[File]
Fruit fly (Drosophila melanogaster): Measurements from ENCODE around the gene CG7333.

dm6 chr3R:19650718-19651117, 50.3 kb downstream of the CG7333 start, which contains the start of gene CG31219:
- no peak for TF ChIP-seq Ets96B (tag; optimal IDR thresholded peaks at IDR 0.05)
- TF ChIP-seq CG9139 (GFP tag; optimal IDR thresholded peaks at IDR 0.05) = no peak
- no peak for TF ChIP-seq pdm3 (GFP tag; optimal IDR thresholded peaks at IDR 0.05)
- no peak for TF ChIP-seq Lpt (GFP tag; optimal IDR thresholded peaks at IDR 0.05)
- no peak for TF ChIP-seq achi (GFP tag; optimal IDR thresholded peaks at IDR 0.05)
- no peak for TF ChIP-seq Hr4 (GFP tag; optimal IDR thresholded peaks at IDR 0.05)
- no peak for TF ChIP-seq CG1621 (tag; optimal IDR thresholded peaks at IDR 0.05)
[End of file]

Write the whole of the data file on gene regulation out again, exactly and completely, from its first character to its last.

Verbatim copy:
Fruit fly (Drosophila melanogaster): Measurements from ENCODE around the gene CG7333.

dm6 chr3R:19650718-19651117, 50.3 kb downstream of the CG7333 start, which contains the start of gene CG31219:
- no peak for TF ChIP-seq Ets96B (tag; optimal IDR thresholded peaks at IDR 0.05)
- TF ChIP-seq CG9139 (GFP tag; optimal IDR thresholded peaks at IDR 0.05) = no peak
- no peak for TF ChIP-seq pdm3 (GFP tag; optimal IDR thresholded peaks at IDR 0.05)
- no peak for TF ChIP-seq Lpt (GFP tag; optimal IDR thresholded peaks at IDR 0.05)
- no peak for TF ChIP-seq achi (GFP tag; optimal IDR thresholded peaks at IDR 0.05)
- no peak for TF ChIP-seq Hr4 (GFP tag; optimal IDR thresholded peaks at IDR 0.05)
- no peak for TF ChIP-seq CG1621 (tag; optimal IDR thresholded peaks at IDR 0.05)